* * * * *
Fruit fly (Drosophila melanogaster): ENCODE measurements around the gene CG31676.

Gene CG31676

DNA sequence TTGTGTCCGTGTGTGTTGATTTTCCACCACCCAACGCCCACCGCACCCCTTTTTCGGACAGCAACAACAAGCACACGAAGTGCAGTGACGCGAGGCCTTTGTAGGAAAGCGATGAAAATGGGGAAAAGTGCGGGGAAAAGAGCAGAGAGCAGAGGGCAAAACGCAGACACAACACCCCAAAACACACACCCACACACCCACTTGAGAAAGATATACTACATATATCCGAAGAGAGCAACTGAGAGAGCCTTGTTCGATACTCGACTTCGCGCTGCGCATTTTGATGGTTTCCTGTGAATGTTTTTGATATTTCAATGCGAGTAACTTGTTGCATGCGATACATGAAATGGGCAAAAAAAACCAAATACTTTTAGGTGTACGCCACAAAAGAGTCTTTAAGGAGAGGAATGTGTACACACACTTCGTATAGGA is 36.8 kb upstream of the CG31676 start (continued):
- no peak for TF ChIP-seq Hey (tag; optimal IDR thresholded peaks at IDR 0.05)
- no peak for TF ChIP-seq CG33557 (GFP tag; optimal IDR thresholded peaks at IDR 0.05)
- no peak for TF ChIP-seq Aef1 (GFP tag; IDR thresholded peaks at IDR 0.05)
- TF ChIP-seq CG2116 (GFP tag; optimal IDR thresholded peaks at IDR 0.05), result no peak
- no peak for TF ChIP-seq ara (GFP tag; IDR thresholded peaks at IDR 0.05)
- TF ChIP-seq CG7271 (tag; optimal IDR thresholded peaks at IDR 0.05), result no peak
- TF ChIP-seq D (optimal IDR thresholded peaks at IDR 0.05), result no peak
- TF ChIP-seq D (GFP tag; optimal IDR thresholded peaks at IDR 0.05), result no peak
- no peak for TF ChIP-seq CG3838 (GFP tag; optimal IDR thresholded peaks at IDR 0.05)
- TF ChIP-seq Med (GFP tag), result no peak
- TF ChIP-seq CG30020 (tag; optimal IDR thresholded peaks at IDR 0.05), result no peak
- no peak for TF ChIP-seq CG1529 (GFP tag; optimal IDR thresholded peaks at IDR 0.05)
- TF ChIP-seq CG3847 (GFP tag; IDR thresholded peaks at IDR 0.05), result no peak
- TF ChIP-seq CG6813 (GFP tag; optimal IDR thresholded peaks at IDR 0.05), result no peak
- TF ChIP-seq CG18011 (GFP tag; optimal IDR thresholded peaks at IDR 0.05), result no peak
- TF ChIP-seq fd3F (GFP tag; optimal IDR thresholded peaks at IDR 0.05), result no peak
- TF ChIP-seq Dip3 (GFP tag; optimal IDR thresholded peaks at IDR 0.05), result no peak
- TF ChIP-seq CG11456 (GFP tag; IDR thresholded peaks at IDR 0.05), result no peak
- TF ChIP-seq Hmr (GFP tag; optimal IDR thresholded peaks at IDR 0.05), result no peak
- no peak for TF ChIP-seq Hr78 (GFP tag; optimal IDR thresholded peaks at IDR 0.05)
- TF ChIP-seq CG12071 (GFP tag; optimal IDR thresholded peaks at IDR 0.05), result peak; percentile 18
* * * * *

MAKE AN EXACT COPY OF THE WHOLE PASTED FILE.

Fruit fly (Drosophila melanogaster): ENCODE measurements around the gene CG31676.

Gene CG31676

DNA sequence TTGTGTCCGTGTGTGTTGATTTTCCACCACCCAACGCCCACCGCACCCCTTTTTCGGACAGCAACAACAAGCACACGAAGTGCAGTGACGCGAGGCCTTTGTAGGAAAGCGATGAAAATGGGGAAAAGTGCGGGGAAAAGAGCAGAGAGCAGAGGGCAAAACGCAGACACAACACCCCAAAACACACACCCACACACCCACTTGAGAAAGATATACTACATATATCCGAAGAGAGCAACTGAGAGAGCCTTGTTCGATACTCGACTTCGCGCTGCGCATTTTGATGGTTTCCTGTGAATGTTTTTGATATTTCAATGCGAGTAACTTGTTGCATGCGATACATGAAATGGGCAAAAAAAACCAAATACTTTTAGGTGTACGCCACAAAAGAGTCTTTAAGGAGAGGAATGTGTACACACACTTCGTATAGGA is 36.8 kb upstream of the CG31676 start (continued):
- no peak for TF ChIP-seq Hey (tag; optimal IDR thresholded peaks at IDR 0.05)
- no peak for TF ChIP-seq CG33557 (GFP tag; optimal IDR thresholded peaks at IDR 0.05)
- no peak for TF ChIP-seq Aef1 (GFP tag; IDR thresholded peaks at IDR 0.05)
- TF ChIP-seq CG2116 (GFP tag; optimal IDR thresholded peaks at IDR 0.05), result no peak
- no peak for TF ChIP-seq ara (GFP tag; IDR thresholded peaks at IDR 0.05)
- TF ChIP-seq CG7271 (tag; optimal IDR thresholded peaks at IDR 0.05), result no peak
- TF ChIP-seq D (optimal IDR thresholded peaks at IDR 0.05), result no peak
- TF ChIP-seq D (GFP tag; optimal IDR thresholded peaks at IDR 0.05), result no peak
- no peak for TF ChIP-seq CG3838 (GFP tag; optimal IDR thresholded peaks at IDR 0.05)
- TF ChIP-seq Med (GFP tag), result no peak
- TF ChIP-seq CG30020 (tag; optimal IDR thresholded peaks at IDR 0.05), result no peak
- no peak for TF ChIP-seq CG1529 (GFP tag; optimal IDR thresholded peaks at IDR 0.05)
- TF ChIP-seq CG3847 (GFP tag; IDR thresholded peaks at IDR 0.05), result no peak
- TF ChIP-seq CG6813 (GFP tag; optimal IDR thresholded peaks at IDR 0.05), result no peak
- TF ChIP-seq CG18011 (GFP tag; optimal IDR thresholded peaks at IDR 0.05), result no peak
- TF ChIP-seq fd3F (GFP tag; optimal IDR thresholded peaks at IDR 0.05), result no peak
- TF ChIP-seq Dip3 (GFP tag; optimal IDR thresholded peaks at IDR 0.05), result no peak
- TF ChIP-seq CG11456 (GFP tag; IDR thresholded peaks at IDR 0.05), result no peak
- TF ChIP-seq Hmr (GFP tag; optimal IDR thresholded peaks at IDR 0.05), result no peak
- no peak for TF ChIP-seq Hr78 (GFP tag; optimal IDR thresholded peaks at IDR 0.05)
- TF ChIP-seq CG12071 (GFP tag; optimal IDR thresholded peaks at IDR 0.05), result peak; percentile 18